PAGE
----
Publications

Magdalena Kaufmann | Book chapter on Imperative clauses

Magdalena Kaufmann‘s chapter “Imperative clauses” has been published as part of the book Wh-exclamatives, Imperatives and Wh-questions: Issues on Brazilian Portuguese (De Gruyter Mouton 2024, edited by Simone Guesser, Ani Marchesan and Paulo Medeiros Junior).

Abstract: This chapter introduces imperatives as the class of sentential form types in natural languages that are prototypically associated with the speech act of ordering. I show that imperatives serve for a crosslinguistically stable, but in itself diverse range of speech acts, which makes it challenging to find a common conventional core meaning that would explain the pattern. I discuss specific issues relating to the absence of intuitively accessible truth-values and restrictions on embedding. I then turn to a brief overview of syntactic assumptions about imperatives in general, before considering the status of grammatical categories like subject marking, tense and aspect, and negation in imperative clauses in more detail. Finally, I consider instances of imperative marking as occurring in embedded positions, as well as form types appearing in similar and typically smaller ranges of related functions.

 

Magdalena Kaufmann | Croatian Journal of Philosophy

Magdalena Kaufmann‘s paper “From Coherence Relations to the Grammar of Pronouns and Tense” has just appeared in Vol. 23, No. 69 of the Croatian Journal of Philosophy.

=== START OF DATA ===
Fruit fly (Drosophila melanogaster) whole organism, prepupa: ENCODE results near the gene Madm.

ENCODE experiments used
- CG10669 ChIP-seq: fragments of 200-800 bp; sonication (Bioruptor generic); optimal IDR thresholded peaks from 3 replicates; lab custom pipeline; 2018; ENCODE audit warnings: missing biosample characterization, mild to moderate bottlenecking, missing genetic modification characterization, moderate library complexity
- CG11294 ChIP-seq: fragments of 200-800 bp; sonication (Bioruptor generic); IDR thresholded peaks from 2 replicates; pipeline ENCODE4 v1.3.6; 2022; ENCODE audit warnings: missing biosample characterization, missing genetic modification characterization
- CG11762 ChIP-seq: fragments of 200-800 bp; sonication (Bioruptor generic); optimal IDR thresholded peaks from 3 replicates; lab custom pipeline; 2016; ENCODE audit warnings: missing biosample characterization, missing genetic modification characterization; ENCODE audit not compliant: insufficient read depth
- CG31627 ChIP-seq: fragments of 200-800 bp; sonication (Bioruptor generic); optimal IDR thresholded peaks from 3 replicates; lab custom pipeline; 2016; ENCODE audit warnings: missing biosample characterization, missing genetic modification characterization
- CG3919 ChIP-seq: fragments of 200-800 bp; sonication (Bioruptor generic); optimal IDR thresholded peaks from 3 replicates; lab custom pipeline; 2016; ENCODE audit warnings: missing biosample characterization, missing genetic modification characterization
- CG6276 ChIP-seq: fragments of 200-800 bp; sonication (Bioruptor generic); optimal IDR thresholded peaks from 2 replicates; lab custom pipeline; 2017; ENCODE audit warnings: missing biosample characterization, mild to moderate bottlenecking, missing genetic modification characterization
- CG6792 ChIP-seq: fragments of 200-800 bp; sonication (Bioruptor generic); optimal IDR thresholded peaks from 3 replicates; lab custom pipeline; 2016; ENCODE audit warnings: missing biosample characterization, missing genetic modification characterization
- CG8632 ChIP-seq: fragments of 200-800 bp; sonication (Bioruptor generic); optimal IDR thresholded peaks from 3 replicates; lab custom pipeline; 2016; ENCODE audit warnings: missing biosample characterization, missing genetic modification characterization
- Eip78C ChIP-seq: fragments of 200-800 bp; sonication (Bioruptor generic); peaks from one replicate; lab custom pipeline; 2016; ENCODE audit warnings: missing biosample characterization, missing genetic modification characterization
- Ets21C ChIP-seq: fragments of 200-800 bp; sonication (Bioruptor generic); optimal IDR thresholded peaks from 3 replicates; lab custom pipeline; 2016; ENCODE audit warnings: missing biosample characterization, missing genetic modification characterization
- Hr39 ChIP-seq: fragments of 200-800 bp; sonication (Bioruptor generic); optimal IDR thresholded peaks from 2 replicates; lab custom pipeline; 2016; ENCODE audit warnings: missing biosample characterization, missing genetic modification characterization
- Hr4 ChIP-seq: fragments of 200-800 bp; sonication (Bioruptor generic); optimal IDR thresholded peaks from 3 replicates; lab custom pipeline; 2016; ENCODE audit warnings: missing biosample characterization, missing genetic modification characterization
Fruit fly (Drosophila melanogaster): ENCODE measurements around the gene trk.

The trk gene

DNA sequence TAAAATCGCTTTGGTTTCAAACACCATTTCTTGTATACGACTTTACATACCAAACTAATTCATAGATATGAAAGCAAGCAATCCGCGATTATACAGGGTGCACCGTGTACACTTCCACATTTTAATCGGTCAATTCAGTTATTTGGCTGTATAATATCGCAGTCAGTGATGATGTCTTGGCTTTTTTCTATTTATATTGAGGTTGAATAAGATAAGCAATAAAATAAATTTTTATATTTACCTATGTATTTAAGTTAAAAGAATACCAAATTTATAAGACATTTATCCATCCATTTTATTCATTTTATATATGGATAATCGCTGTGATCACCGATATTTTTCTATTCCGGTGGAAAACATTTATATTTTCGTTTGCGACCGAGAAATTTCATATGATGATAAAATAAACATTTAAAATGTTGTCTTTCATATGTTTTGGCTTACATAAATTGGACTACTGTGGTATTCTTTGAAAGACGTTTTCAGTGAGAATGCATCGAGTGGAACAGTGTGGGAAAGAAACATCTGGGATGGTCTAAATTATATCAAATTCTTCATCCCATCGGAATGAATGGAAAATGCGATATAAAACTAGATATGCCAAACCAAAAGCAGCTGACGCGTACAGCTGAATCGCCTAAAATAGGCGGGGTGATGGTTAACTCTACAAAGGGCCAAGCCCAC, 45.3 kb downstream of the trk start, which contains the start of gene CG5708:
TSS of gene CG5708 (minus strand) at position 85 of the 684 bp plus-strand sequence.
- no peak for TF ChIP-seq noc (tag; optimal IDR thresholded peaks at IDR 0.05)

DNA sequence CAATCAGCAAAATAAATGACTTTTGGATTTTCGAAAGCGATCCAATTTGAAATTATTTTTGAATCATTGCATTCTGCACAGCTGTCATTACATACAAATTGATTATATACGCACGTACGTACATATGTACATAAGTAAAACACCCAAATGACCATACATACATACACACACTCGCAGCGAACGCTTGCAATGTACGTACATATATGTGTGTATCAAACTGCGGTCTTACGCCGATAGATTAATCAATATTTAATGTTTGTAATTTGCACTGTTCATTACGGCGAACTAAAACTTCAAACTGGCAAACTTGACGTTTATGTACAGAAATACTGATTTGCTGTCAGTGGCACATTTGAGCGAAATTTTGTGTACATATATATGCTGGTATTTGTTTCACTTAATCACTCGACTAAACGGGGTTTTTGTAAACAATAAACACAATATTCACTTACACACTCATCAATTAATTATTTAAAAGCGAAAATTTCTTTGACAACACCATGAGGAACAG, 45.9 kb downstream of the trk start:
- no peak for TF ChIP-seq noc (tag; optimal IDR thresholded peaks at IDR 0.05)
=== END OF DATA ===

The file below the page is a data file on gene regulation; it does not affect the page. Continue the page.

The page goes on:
Abstract: Stojnić (2021) argues that the content of linguistic utterances is determined by the rules of natural language grammar more stringently than what is generally assumed. She proposes specifically that coherence relations are encoded by the linguistic structures and determine what individuals count as most prominent, thereby serving as the referents of free (“demonstrative”) pronouns. In this paper, I take a close look at the empirical evidence from English and Serbian that she offers in support of this position. Considering these data points in connection with additional linguistic data (also from German and Japanese), I argue that there is no compelling evidence for the assumption that coherence relations directly determine the resolution of pronouns. Instead, grammatical restrictions imposed by different types of pronouns and tenses have a larger impact on the meaning conventionally expressed by complex utterances than what is generally assumed in the literature on coherence relations.

Bogomolets & Van der Hulst | OUP Monograph

Word Prominence in Languages with Complex Morphologies co-edited by Ksenia Bogomolets (PhD 2020, now at Māori Language Commission & University of Auckland) and Harry van der Hulst has been published by Oxford University Press.